What autism

What Is Autism

If you are searching our website, it is very likely you are a parent or carer for an autistic child or young person, you are autistic yourself or you are researching in the professional field.

As the old saying goes, “when you meet one child with Autism, you’ve just met one child with Autism.”

It is estimated that there are around 700,000 people in the UK including one in 100 1children with a diagnosis of autistic spectrum disorder. If you include their families, autism is part of daily life for 2.8 million people. Each child is different. But in general terms your child might have problems relating to other people or find it tricky to feel part of everyday life. The range of abilities, skills, brilliance and need is so different for every child on the spectrum.

Autism doesn’t just affect children- autistic children grow up to be adults.

Autism is a hidden disability – you can’t always tell if someone is autistic.

While autism Is lifelong and not curable, the right support at the right time can make a huge difference to people’s lives, early intervention is a must – do not wait to get the help your child may need.

Signs of Autism

Autism is tricky to diagnose before your child reaches 24 months but there might be signs in terms of some benchmarks not being met in how your little one communicates with smiles, expressions or gestures. You might also notice your child not making words by the time they turn 16 months, not responding to their name by their first birthday or loosing speech or social skills….but please don’t panic! Just contact your GP or health visitor and talk through your concerns.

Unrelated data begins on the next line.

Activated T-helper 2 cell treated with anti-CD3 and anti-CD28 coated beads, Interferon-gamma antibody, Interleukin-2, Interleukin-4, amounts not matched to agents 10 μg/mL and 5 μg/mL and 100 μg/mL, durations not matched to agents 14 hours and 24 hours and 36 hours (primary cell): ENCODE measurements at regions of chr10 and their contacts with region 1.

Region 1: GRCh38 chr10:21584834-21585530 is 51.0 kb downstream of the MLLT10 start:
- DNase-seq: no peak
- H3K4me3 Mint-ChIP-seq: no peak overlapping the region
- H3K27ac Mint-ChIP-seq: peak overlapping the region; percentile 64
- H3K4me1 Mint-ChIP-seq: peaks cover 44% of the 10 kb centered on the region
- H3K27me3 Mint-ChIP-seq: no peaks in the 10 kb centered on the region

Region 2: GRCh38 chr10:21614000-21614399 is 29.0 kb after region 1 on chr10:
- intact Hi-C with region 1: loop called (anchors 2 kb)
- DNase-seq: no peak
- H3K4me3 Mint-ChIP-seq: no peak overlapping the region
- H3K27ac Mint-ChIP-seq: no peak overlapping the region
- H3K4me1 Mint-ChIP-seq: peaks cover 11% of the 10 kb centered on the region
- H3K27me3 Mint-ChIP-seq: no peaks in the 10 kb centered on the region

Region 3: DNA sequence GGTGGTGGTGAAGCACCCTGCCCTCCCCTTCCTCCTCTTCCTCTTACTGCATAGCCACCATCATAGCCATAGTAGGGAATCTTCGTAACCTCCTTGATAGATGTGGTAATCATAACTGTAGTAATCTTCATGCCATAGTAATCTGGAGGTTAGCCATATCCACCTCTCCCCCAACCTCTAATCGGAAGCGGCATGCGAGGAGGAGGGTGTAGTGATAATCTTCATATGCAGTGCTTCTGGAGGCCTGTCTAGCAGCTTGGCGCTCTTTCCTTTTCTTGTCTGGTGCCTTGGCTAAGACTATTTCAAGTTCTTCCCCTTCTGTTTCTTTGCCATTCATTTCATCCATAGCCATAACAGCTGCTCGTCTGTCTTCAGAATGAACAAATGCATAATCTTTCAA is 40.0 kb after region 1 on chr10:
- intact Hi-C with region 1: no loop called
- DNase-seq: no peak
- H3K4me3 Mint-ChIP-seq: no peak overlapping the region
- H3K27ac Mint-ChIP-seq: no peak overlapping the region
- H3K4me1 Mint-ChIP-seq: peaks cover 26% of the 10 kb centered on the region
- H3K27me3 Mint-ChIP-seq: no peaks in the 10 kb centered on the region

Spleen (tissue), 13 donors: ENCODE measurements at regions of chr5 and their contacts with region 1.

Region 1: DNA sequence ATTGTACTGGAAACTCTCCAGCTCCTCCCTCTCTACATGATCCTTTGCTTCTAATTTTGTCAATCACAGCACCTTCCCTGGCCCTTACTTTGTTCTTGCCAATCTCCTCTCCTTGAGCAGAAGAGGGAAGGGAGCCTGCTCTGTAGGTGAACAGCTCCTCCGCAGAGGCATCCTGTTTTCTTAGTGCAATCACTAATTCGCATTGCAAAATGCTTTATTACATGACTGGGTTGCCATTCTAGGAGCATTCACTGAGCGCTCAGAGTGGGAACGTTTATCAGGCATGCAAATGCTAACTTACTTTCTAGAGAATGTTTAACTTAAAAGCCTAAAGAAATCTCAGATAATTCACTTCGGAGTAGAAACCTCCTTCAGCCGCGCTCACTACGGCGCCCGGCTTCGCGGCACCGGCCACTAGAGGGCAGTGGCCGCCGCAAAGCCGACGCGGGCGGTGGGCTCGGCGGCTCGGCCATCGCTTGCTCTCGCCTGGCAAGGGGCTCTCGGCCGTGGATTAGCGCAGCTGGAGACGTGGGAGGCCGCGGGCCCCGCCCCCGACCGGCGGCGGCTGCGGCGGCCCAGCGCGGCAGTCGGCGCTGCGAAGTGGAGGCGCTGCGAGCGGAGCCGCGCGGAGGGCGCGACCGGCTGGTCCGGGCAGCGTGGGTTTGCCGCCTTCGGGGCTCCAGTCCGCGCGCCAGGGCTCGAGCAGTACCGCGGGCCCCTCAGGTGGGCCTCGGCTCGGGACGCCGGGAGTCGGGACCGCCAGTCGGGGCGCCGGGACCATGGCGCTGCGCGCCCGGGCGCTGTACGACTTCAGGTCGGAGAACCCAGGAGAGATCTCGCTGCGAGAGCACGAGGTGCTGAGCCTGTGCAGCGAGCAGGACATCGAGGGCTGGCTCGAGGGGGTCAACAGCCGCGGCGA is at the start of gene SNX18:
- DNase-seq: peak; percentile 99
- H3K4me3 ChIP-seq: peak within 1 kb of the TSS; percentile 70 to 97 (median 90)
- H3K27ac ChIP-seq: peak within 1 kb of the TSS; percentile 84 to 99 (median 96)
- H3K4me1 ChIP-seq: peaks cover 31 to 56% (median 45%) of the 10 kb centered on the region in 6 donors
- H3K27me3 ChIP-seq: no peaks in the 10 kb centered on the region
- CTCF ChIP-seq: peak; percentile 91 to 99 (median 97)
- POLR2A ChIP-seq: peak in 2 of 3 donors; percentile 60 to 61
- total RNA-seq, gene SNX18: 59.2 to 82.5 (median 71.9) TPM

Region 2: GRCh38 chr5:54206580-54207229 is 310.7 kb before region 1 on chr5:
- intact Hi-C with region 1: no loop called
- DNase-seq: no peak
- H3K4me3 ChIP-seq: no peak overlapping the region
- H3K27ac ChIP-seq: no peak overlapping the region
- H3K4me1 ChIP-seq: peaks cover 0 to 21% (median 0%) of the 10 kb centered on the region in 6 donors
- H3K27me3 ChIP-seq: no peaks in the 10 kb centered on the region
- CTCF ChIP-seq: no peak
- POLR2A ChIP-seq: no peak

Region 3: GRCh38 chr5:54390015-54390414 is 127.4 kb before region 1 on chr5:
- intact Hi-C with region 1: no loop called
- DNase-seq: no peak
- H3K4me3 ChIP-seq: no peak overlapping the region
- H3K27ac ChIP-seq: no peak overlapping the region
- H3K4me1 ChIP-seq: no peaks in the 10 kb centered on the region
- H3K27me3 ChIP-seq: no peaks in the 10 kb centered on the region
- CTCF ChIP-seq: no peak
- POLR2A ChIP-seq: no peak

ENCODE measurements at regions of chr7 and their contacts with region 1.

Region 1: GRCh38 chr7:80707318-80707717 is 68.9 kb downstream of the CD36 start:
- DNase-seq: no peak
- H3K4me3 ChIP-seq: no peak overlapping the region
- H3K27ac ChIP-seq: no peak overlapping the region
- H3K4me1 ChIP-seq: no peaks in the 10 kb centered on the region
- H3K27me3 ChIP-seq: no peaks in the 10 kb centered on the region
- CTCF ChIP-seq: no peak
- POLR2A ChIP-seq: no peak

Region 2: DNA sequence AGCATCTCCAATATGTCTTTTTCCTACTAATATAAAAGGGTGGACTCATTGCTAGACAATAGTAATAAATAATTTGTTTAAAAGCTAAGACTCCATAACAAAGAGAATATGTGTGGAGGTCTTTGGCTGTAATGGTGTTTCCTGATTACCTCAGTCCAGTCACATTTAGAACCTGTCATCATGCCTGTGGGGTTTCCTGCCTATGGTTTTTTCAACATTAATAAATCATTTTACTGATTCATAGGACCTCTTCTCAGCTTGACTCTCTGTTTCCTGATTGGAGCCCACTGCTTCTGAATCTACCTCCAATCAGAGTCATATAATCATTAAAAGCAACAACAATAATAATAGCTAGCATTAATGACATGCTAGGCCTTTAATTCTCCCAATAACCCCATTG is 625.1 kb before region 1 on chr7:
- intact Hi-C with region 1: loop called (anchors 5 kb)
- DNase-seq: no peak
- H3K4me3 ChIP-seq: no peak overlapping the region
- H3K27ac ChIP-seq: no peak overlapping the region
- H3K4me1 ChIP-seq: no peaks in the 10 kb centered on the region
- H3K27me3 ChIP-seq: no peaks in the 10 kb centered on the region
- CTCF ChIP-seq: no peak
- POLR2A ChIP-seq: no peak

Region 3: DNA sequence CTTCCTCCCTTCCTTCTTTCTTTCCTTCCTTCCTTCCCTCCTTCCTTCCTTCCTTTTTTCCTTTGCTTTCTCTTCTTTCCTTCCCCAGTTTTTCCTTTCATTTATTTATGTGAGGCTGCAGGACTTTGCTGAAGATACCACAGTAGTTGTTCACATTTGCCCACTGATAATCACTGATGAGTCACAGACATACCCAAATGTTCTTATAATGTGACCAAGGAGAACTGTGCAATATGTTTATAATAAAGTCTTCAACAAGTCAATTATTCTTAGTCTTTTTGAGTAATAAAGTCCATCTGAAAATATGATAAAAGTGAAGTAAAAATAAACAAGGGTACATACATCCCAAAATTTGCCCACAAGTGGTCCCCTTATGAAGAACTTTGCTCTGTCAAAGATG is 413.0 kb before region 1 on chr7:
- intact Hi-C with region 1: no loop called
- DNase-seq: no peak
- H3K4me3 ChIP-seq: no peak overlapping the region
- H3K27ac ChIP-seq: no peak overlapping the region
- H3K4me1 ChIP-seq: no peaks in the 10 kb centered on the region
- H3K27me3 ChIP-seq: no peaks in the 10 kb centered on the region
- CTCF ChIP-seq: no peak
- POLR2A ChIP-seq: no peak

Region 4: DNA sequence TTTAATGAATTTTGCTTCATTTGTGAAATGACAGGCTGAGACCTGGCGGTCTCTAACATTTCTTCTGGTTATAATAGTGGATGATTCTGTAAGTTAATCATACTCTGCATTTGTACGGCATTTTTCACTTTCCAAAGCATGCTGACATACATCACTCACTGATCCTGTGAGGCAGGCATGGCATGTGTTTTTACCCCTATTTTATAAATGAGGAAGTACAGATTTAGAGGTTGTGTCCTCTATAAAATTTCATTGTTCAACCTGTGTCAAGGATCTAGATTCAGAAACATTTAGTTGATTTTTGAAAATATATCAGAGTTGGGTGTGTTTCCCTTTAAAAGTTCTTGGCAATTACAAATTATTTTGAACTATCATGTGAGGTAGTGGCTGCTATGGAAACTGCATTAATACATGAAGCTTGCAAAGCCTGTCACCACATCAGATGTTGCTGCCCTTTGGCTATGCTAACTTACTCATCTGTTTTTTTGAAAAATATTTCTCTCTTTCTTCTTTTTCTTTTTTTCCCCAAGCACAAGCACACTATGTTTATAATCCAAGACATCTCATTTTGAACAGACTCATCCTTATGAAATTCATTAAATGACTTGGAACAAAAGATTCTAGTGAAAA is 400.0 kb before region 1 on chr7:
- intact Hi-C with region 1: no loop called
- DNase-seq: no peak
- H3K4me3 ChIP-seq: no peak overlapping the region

When your child gets older signs of autism might include:

  • Avoiding eye contact
  • Delayed speech
  • Getting really upset by changes in routine
  • Being seriously obsessed with certain interests like Tomas the Tank Engine or Superheroes.
  • Big reactions to sensory stimulus like smells, textures or lights.
  • Having trouble understanding other people’s feeling
  • Struggling with jokes or sarcasm
  • Really enjoying repetitive behaviours like flapping, clapping and fiddling

One of the most common difficulties is understanding and relating to other people, which has an impact on everyday life including family life, work, school and their social life. Its often difficult for a person with Autism to interpret both verbal and non-verbal language for example: Tone of voice or gestures, facial expressions, jokes, sarcasm. They also may tend to take things very literally for example they may find it hard to understand if you’re not saying exactly what you mean, or they think people mean exactly what they say, a common example of this is 'it's raining cat's and dogs' it's not but someone with Autism will not understand why you would say that if that's not actually happening.

But again, please don’t panic.

Autism is complicated. Your child’s uniqueness might be just that. On the other hand, if they are on the Autistic Spectrum, there is a lot of help out there for all of you. A diagnosis doesn’t change your child. It just makes the way you parent better informed and more effective. If you’re worried, go to your GP or Teacher and ask that your child be tested.

You can find more information on diagnosis via our Diagnosis section

Now What?

You may just have had your child’s diagnosis or be years down the line. Either way, REACH North West definitely has information you should know about. So if you’re looking for Funding & Grants, Diagnosis information, Airport or Other Travel information, Communication Courses, help with Benefits & Care, places to go and Days out, the fantastic UK Lanyard scheme, or how to Volunteer and get involved…. well, then you’ve come to the right place.